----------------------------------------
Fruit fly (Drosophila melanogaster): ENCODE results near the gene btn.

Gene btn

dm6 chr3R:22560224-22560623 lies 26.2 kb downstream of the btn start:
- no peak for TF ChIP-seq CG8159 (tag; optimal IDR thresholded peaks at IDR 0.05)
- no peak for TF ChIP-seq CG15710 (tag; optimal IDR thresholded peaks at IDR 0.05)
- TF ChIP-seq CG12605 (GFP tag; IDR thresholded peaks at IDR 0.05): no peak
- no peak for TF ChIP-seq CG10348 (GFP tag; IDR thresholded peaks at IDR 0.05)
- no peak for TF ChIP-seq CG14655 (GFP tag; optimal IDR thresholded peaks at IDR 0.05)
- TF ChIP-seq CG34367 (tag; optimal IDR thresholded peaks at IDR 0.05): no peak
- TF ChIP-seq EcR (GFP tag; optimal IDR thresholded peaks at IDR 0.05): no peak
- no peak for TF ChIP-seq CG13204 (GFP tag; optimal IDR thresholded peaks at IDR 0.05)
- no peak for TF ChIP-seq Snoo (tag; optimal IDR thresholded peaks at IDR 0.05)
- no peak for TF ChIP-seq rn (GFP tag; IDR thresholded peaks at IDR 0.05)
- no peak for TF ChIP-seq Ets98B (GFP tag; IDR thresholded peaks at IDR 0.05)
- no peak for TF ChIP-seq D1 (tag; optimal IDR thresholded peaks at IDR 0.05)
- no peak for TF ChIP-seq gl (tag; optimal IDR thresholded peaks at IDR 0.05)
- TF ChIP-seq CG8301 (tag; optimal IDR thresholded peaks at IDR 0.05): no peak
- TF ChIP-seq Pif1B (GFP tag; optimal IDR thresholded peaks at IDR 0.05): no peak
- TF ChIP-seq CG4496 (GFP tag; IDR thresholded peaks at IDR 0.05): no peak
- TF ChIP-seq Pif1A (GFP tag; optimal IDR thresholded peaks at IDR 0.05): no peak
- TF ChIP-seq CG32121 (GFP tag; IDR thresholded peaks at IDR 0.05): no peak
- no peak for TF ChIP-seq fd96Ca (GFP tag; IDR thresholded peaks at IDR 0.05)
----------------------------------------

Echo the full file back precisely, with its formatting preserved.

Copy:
Fruit fly (Drosophila melanogaster): ENCODE results near the gene btn.

Gene btn

dm6 chr3R:22560224-22560623 lies 26.2 kb downstream of the btn start:
- no peak for TF ChIP-seq CG8159 (tag; optimal IDR thresholded peaks at IDR 0.05)
- no peak for TF ChIP-seq CG15710 (tag; optimal IDR thresholded peaks at IDR 0.05)
- TF ChIP-seq CG12605 (GFP tag; IDR thresholded peaks at IDR 0.05): no peak
- no peak for TF ChIP-seq CG10348 (GFP tag; IDR thresholded peaks at IDR 0.05)
- no peak for TF ChIP-seq CG14655 (GFP tag; optimal IDR thresholded peaks at IDR 0.05)
- TF ChIP-seq CG34367 (tag; optimal IDR thresholded peaks at IDR 0.05): no peak
- TF ChIP-seq EcR (GFP tag; optimal IDR thresholded peaks at IDR 0.05): no peak
- no peak for TF ChIP-seq CG13204 (GFP tag; optimal IDR thresholded peaks at IDR 0.05)
- no peak for TF ChIP-seq Snoo (tag; optimal IDR thresholded peaks at IDR 0.05)
- no peak for TF ChIP-seq rn (GFP tag; IDR thresholded peaks at IDR 0.05)
- no peak for TF ChIP-seq Ets98B (GFP tag; IDR thresholded peaks at IDR 0.05)
- no peak for TF ChIP-seq D1 (tag; optimal IDR thresholded peaks at IDR 0.05)
- no peak for TF ChIP-seq gl (tag; optimal IDR thresholded peaks at IDR 0.05)
- TF ChIP-seq CG8301 (tag; optimal IDR thresholded peaks at IDR 0.05): no peak
- TF ChIP-seq Pif1B (GFP tag; optimal IDR thresholded peaks at IDR 0.05): no peak
- TF ChIP-seq CG4496 (GFP tag; IDR thresholded peaks at IDR 0.05): no peak
- TF ChIP-seq Pif1A (GFP tag; optimal IDR thresholded peaks at IDR 0.05): no peak
- TF ChIP-seq CG32121 (GFP tag; IDR thresholded peaks at IDR 0.05): no peak
- no peak for TF ChIP-seq fd96Ca (GFP tag; IDR thresholded peaks at IDR 0.05)